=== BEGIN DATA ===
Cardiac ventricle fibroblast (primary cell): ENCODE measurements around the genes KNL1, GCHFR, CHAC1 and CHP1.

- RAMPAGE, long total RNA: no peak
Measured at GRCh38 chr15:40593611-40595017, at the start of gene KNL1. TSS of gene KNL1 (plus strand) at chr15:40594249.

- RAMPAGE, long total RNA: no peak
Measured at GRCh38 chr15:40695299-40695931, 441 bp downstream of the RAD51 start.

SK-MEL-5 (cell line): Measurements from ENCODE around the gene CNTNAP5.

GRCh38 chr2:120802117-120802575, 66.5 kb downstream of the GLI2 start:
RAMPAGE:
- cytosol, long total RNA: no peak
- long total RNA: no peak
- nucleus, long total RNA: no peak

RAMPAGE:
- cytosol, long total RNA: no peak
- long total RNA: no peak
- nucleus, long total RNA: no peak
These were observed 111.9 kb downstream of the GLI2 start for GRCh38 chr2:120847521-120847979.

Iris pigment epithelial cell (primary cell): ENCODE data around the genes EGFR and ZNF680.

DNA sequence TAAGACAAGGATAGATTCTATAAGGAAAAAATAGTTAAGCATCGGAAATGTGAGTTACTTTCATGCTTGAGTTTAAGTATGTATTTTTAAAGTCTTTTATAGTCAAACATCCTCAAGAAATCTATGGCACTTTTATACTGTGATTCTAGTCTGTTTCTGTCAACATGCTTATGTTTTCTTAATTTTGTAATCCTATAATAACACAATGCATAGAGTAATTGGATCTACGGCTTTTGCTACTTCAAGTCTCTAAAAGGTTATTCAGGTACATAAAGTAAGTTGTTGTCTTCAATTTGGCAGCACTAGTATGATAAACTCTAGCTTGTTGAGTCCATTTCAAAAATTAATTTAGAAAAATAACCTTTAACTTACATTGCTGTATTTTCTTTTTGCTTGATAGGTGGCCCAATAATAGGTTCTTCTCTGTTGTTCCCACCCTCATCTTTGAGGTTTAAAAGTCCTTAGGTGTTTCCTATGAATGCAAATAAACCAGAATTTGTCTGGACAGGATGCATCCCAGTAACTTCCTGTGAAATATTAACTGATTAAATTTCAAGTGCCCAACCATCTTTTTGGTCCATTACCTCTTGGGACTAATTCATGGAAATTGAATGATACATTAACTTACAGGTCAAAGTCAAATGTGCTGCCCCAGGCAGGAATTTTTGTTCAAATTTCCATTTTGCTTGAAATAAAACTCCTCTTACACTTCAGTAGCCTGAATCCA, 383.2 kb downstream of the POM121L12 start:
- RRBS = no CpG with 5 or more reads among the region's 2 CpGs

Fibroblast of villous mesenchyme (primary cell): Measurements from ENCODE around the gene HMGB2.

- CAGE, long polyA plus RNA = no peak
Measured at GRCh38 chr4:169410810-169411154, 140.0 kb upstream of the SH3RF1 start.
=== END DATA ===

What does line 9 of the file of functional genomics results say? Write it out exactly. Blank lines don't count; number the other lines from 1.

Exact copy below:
- cytosol, long total RNA: no peak